Celebrating Benoit Mandelbrot, the Man Who Made Math Beautiful

As modern mathematicians go, few were better known or more celebrated than Benoit Mandelbrot. The father of fractals died late … Continued

As modern mathematicians go, few were better known or more celebrated than Benoit Mandelbrot. The father of fractals died late last week at age 85, prompting reflection on his contributions to geometry and our understanding of natural phenomena.

Mandelbrot wrote mathematical formulas that help explain nature, supplementing the cold, sharp angles of basic Euclidian geometry with fantastic spirals, asymmetric tendrils and repeating bubbles. With his formulas, complex structures like coastlines could be explained with a little neat math.

In the intro to his book “The Fractal Geometry of Nature,” he asks, “Why is geometry often described as cold and dry? One reason lies in its inability to describe the shape of a cloud, a mountain or a tree.”

In fractal shapes — which Mandelbrot coined from the Latin word fractus, or “broken” — each part mimics the pattern of the whole. Magnifying each part reveals ever more complexity, repeating in an infinite cycle.

The Mandelbrot set is basically a set of complex numbers, which belong to one side of an equation or not. Images can be made by assigning colors to each number. Mandelbrot completed his first fractal visualization at IBM’s Thomas J. Watson Research Center in New York in 1980. His work was perfectly suited to the nascent world of computers, but it helped us understand natural phenomena better than ever.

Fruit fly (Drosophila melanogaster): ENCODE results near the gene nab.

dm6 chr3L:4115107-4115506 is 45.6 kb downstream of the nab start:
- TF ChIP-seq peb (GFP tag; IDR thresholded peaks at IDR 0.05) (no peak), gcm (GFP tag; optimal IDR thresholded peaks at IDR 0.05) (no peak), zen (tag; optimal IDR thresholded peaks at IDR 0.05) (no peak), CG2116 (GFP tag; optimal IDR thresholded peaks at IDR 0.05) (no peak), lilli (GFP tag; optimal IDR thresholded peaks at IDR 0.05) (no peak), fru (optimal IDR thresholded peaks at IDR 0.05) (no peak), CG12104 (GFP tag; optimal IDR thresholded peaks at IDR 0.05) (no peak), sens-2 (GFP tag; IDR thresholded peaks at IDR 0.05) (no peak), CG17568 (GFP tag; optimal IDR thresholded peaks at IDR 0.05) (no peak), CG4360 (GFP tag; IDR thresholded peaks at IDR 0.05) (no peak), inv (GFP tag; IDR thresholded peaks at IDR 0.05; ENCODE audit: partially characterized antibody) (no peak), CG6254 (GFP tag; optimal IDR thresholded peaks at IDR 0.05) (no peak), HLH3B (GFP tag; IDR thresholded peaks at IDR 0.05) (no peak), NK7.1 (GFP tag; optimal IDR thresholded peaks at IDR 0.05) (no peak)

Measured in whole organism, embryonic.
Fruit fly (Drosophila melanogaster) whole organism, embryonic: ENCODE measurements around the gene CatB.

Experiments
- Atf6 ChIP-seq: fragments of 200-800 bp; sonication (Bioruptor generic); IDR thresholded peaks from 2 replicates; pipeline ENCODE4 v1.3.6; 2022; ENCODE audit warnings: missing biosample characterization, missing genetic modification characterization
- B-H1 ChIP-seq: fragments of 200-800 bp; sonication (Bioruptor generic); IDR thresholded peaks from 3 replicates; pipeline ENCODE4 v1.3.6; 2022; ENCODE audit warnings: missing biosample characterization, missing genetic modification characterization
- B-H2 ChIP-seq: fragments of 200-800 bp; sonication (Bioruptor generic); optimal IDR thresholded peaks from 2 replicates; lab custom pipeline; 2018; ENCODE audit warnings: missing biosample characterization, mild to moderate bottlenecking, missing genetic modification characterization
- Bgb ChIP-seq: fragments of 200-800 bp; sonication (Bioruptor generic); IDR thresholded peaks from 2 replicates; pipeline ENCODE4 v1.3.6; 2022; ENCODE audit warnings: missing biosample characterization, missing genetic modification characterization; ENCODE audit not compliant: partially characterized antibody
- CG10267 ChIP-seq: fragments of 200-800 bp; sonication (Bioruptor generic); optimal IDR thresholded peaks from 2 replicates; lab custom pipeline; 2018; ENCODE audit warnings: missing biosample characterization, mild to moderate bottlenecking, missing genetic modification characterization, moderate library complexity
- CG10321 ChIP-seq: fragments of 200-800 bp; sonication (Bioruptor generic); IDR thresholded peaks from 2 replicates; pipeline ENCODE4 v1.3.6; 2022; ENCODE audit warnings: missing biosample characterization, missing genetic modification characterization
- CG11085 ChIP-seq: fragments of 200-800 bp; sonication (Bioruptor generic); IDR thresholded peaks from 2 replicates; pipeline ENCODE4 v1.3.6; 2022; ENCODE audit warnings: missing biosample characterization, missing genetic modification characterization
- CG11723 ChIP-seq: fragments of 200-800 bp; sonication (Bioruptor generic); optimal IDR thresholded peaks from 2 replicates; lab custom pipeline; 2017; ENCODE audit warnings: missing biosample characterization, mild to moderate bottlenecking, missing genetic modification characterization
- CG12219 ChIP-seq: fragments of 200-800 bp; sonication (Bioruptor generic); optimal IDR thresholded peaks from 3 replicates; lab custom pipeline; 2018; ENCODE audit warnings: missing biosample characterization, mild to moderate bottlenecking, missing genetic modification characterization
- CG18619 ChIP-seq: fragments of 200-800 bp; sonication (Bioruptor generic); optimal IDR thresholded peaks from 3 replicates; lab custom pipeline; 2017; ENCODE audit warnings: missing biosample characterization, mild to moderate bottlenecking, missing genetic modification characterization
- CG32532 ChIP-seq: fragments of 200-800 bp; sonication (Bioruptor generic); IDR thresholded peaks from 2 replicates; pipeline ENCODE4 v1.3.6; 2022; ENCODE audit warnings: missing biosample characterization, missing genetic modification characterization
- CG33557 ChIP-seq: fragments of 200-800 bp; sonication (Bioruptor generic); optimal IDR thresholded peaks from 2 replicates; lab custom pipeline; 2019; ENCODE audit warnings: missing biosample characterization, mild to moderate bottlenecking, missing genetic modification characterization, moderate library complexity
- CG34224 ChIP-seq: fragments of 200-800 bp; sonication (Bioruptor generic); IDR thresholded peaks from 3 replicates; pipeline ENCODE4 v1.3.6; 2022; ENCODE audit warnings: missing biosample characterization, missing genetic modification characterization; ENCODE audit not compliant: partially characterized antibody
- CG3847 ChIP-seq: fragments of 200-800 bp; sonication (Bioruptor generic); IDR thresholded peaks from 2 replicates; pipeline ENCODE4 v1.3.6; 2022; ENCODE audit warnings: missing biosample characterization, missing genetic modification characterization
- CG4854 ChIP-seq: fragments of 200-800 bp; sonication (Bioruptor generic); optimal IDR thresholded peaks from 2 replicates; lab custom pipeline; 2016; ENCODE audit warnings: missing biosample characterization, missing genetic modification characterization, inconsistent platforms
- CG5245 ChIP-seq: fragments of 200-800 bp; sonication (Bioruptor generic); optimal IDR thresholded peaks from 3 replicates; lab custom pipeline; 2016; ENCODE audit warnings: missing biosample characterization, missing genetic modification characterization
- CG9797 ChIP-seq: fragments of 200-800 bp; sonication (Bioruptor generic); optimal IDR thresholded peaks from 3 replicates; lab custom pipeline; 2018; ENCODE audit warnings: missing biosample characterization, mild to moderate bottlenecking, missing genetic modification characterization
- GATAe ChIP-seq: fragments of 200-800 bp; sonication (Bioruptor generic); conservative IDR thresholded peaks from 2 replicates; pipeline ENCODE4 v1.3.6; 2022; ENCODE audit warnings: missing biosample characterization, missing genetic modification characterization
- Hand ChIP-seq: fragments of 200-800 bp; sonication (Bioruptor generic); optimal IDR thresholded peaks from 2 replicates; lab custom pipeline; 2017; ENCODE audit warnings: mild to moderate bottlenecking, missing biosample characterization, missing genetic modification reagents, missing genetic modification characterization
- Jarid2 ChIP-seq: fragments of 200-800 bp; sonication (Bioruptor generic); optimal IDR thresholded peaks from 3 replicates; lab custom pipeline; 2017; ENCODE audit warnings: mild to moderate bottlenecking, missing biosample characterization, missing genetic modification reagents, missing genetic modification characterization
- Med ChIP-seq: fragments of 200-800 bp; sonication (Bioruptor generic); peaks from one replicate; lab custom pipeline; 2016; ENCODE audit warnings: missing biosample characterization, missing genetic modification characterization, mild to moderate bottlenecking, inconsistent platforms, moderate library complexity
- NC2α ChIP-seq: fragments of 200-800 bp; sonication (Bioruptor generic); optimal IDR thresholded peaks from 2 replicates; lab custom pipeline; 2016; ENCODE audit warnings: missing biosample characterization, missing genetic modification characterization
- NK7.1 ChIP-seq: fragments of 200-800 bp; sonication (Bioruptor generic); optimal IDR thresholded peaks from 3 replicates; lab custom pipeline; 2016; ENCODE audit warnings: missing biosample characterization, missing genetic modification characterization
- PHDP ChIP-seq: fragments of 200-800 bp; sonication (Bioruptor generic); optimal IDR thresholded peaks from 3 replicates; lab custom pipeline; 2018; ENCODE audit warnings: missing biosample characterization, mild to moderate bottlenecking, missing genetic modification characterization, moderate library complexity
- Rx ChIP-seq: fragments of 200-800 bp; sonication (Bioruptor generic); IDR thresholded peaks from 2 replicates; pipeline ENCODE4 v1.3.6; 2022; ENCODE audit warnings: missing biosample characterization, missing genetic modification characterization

Mandelbrot showed that very simple formulas can yield extraordinarily complex results. Fractals can be used to model everything from broccoli heads and mammalian brains to stock markets and the distribution of galaxies.

The Basic, Famous Mandelbrot Set

This graph shows correspondence between the Mandelbrot set and the logistic map, which explains how complex, chaotic behavior can arise from simple non-linear dynamical equations.

A Natural Fractal Found In Broccoli

Both vegetables and quadratic polynomials are made more interesting with the Mandelbrot set. The formula explains the repeating complexity of broccoli heads like this one.

A Crafty Fractal

The Mandelbrot set has inspired some nerd-tastic creations, like fractal ties and even this cross-stitch found on Flickr.

A Psychedelic Mandelbrot Set

Graphic designers have lots of fun with the Mandelbrot set. There are several fractal geometry software programs available for download.

Increased Detail

Zooming in on a fractal reveals ever-increasing complexity and repetition. This section is known as a “seahorse tail.”